Law and Organizing Lab

The Law and Organizing Lab is an innovative model for expanding the application and integration of a broad range of analytical and change-making tools into legal education. 

The Lab is a first-of-its kind program focused on meaningfully expanding the boundaries of traditional legal education, and it encompasses classroom teaching, student and faculty advising, and expert staff housed in the clinical program to collaborate with clinical law faculty and law students, as well as a broad range of community clients and partners, to develop and deploy a sophisticated understanding of organizing, campaigning, realpolitik and social change.

The Law and Organizing Lab catalyzes a range of learning opportunities and provides permanent advocacy and organizing capacity to NYU Law’s Clinical Program to engage in effective ongoing power-building, coalition, campaign, and policy work. This learning and capacity helps train hundreds of clinical law students each year and leverages the existing capacity of NYU Law’s more than 35 clinics and more than a dozen externships to drive major impact on a wide range of issues.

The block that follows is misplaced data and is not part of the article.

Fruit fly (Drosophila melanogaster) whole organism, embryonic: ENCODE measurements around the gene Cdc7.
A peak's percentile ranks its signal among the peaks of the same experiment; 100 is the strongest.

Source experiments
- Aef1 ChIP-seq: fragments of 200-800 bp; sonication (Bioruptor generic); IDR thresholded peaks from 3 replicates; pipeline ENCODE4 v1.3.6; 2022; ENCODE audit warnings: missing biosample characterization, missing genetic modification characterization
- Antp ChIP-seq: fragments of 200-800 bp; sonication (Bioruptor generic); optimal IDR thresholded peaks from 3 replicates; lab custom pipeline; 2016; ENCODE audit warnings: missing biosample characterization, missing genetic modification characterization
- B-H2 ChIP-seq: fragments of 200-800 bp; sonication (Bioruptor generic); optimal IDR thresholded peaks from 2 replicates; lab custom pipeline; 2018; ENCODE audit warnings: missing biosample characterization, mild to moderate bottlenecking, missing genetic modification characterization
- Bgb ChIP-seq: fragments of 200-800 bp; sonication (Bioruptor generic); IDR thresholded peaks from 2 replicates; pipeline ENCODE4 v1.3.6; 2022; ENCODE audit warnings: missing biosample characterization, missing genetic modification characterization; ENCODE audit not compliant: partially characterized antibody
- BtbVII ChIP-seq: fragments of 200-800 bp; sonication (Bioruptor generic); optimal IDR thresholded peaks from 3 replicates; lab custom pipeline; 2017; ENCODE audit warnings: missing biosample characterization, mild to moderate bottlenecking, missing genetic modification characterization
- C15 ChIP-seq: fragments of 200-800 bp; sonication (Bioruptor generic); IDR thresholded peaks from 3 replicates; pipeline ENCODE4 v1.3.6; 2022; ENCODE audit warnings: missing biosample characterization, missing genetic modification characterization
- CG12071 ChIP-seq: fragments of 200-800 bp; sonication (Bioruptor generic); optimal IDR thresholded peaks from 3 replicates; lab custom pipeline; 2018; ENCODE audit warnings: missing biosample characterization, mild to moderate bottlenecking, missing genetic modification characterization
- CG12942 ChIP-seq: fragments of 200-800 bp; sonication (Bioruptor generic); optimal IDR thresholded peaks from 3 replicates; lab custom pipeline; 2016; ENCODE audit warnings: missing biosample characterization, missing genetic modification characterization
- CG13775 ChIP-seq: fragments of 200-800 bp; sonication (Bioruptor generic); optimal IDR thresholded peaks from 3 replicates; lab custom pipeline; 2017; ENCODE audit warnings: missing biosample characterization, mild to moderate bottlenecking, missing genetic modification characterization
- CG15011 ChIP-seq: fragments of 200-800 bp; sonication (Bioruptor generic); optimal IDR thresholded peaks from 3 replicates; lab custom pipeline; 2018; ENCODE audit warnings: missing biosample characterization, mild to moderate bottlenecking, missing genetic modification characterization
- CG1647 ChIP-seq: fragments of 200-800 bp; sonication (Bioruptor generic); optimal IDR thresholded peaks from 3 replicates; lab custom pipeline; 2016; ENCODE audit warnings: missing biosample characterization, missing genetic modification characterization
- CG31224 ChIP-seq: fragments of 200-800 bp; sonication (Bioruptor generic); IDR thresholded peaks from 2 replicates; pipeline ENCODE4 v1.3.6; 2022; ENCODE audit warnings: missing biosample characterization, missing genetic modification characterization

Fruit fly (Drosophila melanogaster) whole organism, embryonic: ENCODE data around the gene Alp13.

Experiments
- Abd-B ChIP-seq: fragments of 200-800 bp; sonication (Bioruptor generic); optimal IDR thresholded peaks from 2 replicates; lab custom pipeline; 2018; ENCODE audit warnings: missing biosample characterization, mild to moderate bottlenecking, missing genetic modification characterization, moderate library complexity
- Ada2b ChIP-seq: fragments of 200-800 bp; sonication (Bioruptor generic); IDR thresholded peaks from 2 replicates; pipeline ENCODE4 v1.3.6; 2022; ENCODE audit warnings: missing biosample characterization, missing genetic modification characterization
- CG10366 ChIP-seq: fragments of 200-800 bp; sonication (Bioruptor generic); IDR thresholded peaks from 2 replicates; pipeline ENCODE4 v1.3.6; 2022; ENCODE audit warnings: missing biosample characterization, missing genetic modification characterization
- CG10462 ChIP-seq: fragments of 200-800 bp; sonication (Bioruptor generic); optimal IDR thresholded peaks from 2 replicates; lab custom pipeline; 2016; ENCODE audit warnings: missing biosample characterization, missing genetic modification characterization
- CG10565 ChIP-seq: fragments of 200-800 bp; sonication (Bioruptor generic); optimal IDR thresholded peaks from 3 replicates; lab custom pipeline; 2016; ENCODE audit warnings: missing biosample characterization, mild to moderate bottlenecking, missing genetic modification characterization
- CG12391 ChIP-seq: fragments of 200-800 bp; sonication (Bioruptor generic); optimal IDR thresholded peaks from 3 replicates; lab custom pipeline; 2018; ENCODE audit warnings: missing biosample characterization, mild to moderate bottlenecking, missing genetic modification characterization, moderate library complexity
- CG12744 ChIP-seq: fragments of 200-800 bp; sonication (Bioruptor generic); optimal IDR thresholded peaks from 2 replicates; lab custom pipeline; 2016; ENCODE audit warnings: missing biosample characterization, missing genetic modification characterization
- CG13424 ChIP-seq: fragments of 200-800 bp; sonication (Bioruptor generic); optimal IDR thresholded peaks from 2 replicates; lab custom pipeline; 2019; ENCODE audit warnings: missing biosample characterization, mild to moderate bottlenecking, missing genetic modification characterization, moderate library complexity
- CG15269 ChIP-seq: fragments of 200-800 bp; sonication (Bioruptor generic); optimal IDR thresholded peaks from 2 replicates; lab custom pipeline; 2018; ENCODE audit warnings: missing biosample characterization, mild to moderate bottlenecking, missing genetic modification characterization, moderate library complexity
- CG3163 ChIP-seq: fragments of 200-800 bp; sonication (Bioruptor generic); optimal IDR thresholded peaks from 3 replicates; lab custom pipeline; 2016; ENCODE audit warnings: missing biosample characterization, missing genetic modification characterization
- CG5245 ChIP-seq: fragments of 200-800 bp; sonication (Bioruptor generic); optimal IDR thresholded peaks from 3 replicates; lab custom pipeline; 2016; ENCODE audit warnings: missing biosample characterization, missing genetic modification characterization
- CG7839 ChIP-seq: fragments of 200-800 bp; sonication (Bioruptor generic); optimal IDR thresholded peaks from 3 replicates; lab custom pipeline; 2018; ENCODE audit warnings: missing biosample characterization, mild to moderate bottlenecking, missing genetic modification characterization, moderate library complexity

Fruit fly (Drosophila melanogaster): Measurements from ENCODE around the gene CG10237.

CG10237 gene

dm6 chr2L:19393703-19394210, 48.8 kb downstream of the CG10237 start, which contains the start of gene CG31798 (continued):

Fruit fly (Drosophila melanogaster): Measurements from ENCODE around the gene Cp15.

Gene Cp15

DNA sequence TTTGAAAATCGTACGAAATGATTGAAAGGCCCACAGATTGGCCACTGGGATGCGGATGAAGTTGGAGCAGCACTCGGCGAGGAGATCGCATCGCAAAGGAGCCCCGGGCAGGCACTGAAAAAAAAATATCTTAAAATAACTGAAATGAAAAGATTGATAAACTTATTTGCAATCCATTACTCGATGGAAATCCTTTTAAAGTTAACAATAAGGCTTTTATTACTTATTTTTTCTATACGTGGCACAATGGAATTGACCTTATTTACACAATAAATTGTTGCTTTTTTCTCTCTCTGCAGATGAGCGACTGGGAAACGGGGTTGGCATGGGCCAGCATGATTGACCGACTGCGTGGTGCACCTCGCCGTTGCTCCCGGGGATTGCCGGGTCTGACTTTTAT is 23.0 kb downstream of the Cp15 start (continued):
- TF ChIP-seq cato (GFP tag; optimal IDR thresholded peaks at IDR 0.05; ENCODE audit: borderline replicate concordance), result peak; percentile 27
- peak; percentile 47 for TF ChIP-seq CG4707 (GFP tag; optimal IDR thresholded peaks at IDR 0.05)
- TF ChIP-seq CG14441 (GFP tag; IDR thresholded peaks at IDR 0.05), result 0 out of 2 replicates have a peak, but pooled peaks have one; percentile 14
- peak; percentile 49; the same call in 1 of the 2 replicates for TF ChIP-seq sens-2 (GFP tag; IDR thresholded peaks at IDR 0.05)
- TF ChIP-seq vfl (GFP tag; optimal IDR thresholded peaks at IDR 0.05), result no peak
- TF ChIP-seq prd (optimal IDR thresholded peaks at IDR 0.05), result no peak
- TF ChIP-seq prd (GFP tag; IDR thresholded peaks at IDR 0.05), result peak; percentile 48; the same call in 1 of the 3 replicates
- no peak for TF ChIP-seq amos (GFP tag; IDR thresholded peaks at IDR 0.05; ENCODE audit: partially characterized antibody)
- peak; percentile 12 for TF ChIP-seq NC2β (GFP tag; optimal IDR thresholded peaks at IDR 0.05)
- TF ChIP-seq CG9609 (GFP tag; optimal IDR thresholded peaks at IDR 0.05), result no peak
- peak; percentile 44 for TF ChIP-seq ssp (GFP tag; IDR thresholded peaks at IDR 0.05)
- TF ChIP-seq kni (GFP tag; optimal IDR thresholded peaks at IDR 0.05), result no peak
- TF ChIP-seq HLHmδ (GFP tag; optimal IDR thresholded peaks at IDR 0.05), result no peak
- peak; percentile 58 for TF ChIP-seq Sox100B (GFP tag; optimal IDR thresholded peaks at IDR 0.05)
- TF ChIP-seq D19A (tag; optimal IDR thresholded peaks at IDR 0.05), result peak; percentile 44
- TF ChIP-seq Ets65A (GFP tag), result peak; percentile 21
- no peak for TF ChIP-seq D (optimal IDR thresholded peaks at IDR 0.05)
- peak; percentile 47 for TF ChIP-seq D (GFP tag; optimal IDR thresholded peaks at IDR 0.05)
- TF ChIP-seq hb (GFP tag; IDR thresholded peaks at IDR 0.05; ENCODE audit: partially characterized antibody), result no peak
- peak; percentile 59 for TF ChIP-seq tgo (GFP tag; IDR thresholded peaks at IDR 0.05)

The Law and Organizing Lab works in support of building power for traditionally marginalized communities, and prepares students and clinical faculty to provide client representation and engagement that is grounded in a deep understanding of how advocacy work can relate to and support broader efforts to advance structural change. 

The law is a powerful tool to disrupt or challenge inequality, oppression, and marginalization. But, making durable change in the world often requires a sophisticated sense of how things work well beyond the courtroom. Making ambitious change requires a sophisticated understanding of community, politics, and power. 

Organizing, public policy advocacy and issue campaigning are fields that have developed valuable tools and techniques for teaching and practicing change making. These tools and techniques can and should work hand-in-hand with legal practice.

Andrew Friedman '98 is the Lab's Organizer-in-Residence.